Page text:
HOA Problems That Happen in Winter and How Careful HOA Planning Can Help
Summer may be the most exciting time of year in your community, and it’s certainly the homeowners association’s chance to show off a little bit, reminding residents of all the amenities that make your neighborhood or condo so great. A sparkling pool, newly surfaced tennis courts, colorful flower beds, and full playground speak for themselves, after all.
But those much-loved amenities continue to need attention year-round, even when the weather turns frosty. And if the behind-the-scenes maintenance falls by the wayside, your community is suddenly staring down major repairs and a blown budget. Here are a few winter problems you’ll want to watch out for. I hope these all seem very obvious to all of you, but in my decades of experience working with association property managers and boards, I’ve seen too many annual budgets shredded due to improper winter planning to ignore this.
Burst pipes: A burst pipe can cause expensive plumbing repairs and lead to one of the biggest headaches of all: water damage. Keep your community prepared by insulating exterior pipes and faucets. Make sure any unoccupied areas in your community (attics, basements, storage rooms) are adequately heated. Drain the sprinkler system and turn off outdoor water features if you’re expecting a freeze, or double-check that your landscaping firm has done this. Have the pool professionally drained and covered at the end of the swim season.
Inadequate heat: No one wants to realize the heat is out right at the first cold snap. Have the HVAC system for the common areas inspected before winter and change filters regularly to keep it running efficiently. Your service professionals can also search the system for any dangerous leaks. While you’re at it, have shared fireplaces cleaned and inspected—there’s nothing better than a cozy fire in the community room.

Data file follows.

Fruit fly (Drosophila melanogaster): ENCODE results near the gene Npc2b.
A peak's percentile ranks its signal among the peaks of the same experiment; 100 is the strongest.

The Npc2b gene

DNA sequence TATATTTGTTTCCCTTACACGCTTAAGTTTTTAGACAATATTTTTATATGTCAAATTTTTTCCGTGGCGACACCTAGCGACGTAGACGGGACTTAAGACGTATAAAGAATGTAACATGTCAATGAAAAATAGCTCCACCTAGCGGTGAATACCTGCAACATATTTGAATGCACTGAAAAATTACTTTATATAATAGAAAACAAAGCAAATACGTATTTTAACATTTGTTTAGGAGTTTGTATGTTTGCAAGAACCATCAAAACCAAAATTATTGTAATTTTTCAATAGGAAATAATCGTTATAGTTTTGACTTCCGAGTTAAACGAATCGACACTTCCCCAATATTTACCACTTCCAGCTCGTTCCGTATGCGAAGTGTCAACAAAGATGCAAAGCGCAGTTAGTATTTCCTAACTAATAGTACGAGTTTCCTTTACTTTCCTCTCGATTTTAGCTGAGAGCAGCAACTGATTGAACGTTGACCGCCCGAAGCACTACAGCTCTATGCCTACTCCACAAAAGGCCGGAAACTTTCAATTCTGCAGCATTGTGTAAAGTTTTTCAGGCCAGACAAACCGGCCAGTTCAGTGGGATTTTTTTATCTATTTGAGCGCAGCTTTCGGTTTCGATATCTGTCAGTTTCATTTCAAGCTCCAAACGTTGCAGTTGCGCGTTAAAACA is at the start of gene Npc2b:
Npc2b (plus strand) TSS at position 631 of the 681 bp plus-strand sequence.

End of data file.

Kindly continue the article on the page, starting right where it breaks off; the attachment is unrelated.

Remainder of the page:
Slippery surfaces: Keep enough salt around to ice walkways in the event of a freeze. Use signs to warn residents in especially dangerous areas like ramps or stairs.
Downed trees or limbs: We may not get much snow here in Georgia, but we almost always have an ice storm or two. Have an arborist inspect your community’s trees and remove dead or diseased branches. If you’re doing fall planting, you’ll also want to select trees, shrubbery, and plant life that’s a good fit for our usually hot climate. Plants that have suffered during summertime droughts are more likely to be stressed and unable to stand up to winter winds and ice.
Communicate early and often
Beyond winter maintenance, one of the best things you can do to avoid winter problems is to keep your community informed. Send out emails or put up signs reminding residents to drip their faucets when there’s a hard freeze. Set up a buddy system for when the power goes out, helping ensure your elderly or homebound neighbors are safe and warm.
Is your community financially prepared for winter?
You should also make sure that your community association is financially prepared for any of these cold-weather issues. At the next board meeting, double-check your budget, cash flow, and reserve funds as a group to make sure you can cover unexpected mechanical, plumbing, landscaping, or other winter-related problems. You’ll want to be prepared to allocate (or reallocate) money to cover potential issues.
Come spring, you’ll be ready to spruce up your walkways with a good power washing, plant new annuals, and start dreaming of refilling the pool. But in the meantime, the winter is a great chance to come closer together as a community.
And remember, when it’s time for HOA tax filing, an audit, or other financial review, we’re here to help. Because, let’s face it, winter also marks the start of tax season, and all HOAs must file annual tax returns!
-Neal Bach, CPA